Entering the season, one of the easy strengths for the Cardinals was the bullpen. It was a group that had a phenomenal second half and postseason a year ago, and was getting a boost from a few of the promising prospects in the organization finally reaching St. Louis as well. However, what’s gold doesn’t always glitter, and the bullpen has been remarkably dull in the early season, and already has the team search for new answers on a daily basis.
Coming into Tuesday, the parallels between the Cardinal staff were huge. While the team’s overall ERA is third in the National League at 3.24, the bullpen’s effort still drug the total down. It has been responsible for three Cardinals losses and had the worst overall ERA in the National League at 5.92. With five of the seven bullpen arms with ERAs over 4.00, it’s been a group effort to drag down every level of the bullpen’s effectiveness.
The current standing of the organization’s roster has created this idea of infinite options to solve every problem the team faces, but in reality facing the situation in the bullpen is the toughest issue for the organization to solve. The quick fix of plugging in a new (fill in the blank uber-prospect) truly denies the complexities of constructing a well-rounded roster, and especially bullpen. The Cardinals early struggles have been because it is a mixture of arms that are searching for new identities on the run. The loss of closer Jason Motte late in spring training is quickly showing to be the worst possible loss for the pitching staff, as there is no easy successor to his role. Even replacing Chris Carpenter and Kyle Lohse has gone much smoother than finding an answer for the one-inning door closer. Motte was responsible for the most important inning of them all, and has truly shown why not just anybody can be a closer.
But the scramble to find out how to account for the loss of the one absolute part of the pen from a year ago has been rough. Mitchell Boggs, while only truly blowing one save, has not inspired late game confidence. He is sporting an ERA over 9.00 in seven games, and managed to strikeout only one more batter than he’s walked. For whatever reason, he has not shown the same calm execution that he did an inning earlier a year ago, when he set the club record for holds with 34.
Yet he still is the clearest choice of the crowd in the pen for the job. The most frequent name that is clamored for is Trevor Rosenthal, who has in effect become the bridge to Boggs thus far. And while he’s got all the tools of a stereotypical closer (chiefly, the 100 mph fastball), he is absolutely not the answer right now. He’s still working out his arsenal so that he’s not all fastball, and it’s taking some time. In seven games this year, he’s surrendered runs in five of his appearances, and has struggled some with pitch count and location with runners on. These are the same issues Boggs is facing, yet they just aren’t magnified by the spotlight of the ninth inning yet, and are also cushioned by the optimism his promise brings. Although he is a member of the big league squad now, his development is still taking place and that is much better off not being burdened by the ninth inning quite yet.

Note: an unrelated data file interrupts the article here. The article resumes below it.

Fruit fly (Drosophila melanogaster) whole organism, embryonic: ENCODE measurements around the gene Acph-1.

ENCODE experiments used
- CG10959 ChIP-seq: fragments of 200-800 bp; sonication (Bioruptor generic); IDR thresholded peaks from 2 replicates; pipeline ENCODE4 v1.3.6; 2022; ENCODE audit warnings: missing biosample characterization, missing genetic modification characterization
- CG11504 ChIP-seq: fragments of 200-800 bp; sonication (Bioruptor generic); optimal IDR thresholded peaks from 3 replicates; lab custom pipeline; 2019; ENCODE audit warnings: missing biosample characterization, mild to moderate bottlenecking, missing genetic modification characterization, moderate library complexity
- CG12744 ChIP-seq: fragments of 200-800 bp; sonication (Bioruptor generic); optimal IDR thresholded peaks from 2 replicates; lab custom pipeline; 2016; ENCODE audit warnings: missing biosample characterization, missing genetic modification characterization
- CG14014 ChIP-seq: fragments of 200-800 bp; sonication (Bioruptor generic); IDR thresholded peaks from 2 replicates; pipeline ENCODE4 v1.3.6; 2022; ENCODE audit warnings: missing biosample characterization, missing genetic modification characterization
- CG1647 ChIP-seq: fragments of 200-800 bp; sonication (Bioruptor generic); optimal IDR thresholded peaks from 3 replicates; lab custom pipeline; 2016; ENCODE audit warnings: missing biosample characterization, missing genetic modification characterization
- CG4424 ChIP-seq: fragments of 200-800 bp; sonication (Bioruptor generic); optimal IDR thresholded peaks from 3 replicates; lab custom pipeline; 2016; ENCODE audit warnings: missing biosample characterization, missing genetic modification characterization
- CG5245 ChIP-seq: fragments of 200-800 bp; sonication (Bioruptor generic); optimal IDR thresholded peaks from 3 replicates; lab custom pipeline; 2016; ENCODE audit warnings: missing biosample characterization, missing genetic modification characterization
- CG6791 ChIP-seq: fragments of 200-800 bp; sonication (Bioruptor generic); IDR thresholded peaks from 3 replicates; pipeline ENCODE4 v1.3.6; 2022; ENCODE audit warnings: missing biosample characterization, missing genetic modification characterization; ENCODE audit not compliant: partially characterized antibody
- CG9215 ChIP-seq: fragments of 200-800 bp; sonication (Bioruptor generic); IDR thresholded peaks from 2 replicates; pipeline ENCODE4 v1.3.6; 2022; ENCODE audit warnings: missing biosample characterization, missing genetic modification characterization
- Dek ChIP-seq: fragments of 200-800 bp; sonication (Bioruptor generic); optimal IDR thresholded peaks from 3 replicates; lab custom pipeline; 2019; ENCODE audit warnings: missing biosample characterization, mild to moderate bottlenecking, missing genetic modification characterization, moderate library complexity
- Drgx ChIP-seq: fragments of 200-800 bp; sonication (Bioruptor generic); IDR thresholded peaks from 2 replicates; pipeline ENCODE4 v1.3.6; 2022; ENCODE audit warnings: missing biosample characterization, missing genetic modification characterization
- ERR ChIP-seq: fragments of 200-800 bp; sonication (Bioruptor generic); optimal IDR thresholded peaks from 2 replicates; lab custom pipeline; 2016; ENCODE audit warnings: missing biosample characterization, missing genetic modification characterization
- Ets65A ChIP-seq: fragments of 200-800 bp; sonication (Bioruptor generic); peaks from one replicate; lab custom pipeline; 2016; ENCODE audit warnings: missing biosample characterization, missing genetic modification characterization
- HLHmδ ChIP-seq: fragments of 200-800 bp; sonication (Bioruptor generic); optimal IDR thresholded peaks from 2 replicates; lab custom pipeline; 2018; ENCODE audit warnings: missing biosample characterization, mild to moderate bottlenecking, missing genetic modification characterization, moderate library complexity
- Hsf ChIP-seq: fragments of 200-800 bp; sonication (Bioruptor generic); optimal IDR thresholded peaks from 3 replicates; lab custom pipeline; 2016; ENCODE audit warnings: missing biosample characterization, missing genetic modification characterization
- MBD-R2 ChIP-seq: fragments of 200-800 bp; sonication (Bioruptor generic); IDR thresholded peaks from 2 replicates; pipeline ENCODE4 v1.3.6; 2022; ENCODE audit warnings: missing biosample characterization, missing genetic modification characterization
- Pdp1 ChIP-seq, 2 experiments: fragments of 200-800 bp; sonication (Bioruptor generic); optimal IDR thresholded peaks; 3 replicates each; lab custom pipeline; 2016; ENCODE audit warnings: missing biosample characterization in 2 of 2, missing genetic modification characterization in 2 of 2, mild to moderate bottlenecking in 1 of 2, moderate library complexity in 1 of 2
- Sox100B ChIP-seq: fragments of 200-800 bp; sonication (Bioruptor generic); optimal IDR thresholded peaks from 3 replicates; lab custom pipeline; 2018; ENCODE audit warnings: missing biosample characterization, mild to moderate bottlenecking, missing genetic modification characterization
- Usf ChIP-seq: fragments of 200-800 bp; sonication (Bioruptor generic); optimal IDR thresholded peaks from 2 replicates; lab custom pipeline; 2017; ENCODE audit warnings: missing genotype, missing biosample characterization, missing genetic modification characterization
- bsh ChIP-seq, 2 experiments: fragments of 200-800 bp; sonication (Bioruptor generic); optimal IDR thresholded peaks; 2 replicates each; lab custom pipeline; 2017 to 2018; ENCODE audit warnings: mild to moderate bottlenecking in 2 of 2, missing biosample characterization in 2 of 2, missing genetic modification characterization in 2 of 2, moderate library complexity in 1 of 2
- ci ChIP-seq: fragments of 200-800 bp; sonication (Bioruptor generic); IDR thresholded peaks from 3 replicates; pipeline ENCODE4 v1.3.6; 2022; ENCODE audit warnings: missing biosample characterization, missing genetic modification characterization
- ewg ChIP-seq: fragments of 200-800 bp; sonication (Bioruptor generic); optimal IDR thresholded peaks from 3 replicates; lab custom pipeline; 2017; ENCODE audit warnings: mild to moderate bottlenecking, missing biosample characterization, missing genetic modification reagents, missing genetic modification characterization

So what else is there currently? Not much really. Edward Mujica has struggled mightily in his career the later on he has pitched (4.79 and 3.69 8th and 9th inning ERAs). Mark Rzepczynski and Randy Choate aren’t the type, and have an essential to keeping the situational management that eluded the team a year ago. That leaves the undesirable idea of moving a middle reliever to the back end of the bullpen in an ultimate trial run, promoting a new arm to the mix that isn’t ready for the pressure, or the absolute worst option, making a trade. Teams would hang the Cardinals out to dry for prospects and developing Major Leaguers to accommodate such a request, so it seems unlikely that route is taken, especially with the uncertain return date (and recent multi-year contract extension) of Motte still in the picture.
So where does this leave it all at? Boggs may very well not be closer material; he’s labored through nearly every outing thus far. Ultimately, a decision will have to be made, even if it means truly not making one. Is it a committee, based on who is the most capable at the moment, a la 2011? Maybe it’s Rosenthal ascending the role early. Or perhaps it’s Mujica by process of elimination (Matheny had him ready to enter on Monday if the game would have pulled within three). Or maybe it remains Boggs, simply by pulling himself together. Regardless, there’s no other choice that makes clear sense now, and really, “thus far” isn’t that far at all. All of this could be for naught, but for better or worse in the time being, this is what there is to roll with. So affairs will have to straighten themselves out, because there’s no other choice but for them to do so.